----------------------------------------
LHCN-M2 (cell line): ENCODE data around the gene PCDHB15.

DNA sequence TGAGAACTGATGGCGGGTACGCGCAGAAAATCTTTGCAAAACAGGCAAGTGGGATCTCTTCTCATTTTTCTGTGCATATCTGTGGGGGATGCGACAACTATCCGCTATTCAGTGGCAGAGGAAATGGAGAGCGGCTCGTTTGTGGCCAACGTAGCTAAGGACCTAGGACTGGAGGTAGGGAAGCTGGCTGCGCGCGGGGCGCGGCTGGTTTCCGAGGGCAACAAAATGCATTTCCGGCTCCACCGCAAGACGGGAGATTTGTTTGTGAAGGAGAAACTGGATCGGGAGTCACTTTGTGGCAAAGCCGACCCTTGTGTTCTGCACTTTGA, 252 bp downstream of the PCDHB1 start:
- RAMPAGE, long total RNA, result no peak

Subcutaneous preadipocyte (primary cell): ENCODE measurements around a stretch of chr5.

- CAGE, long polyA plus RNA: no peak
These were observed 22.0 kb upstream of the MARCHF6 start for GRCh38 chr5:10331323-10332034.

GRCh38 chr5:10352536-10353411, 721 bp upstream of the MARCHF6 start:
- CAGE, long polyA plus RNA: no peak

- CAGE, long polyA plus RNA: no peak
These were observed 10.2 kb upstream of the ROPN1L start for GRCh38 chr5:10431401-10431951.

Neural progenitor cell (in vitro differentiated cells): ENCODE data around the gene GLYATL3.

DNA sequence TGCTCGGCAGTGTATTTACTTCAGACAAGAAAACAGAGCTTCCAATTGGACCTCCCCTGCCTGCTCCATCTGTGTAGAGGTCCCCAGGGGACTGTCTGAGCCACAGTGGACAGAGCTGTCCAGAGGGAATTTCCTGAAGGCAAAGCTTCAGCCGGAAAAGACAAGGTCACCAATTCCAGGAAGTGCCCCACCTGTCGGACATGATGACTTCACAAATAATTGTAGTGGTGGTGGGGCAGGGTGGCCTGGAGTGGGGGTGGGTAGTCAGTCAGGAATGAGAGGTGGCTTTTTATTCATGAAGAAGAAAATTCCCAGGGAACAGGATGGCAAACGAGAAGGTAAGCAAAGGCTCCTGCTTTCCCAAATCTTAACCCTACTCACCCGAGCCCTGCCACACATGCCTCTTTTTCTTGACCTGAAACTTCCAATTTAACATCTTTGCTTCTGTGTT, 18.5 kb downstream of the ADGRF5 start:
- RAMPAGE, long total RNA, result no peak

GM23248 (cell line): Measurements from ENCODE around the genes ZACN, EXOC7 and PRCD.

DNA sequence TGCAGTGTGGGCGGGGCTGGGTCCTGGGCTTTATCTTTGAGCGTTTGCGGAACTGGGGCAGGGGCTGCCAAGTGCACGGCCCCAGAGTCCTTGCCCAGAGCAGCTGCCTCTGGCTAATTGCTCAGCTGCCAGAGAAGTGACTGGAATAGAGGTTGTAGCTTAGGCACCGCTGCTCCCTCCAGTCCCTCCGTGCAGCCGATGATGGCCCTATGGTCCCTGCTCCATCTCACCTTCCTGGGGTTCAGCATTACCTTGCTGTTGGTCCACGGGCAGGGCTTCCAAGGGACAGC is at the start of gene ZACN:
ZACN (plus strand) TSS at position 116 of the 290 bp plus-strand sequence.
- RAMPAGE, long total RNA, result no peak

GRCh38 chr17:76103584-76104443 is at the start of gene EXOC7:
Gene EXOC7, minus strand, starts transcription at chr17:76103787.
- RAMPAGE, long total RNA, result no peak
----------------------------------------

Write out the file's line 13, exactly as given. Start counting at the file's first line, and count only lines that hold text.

- RAMPAGE, long total RNA, result no peak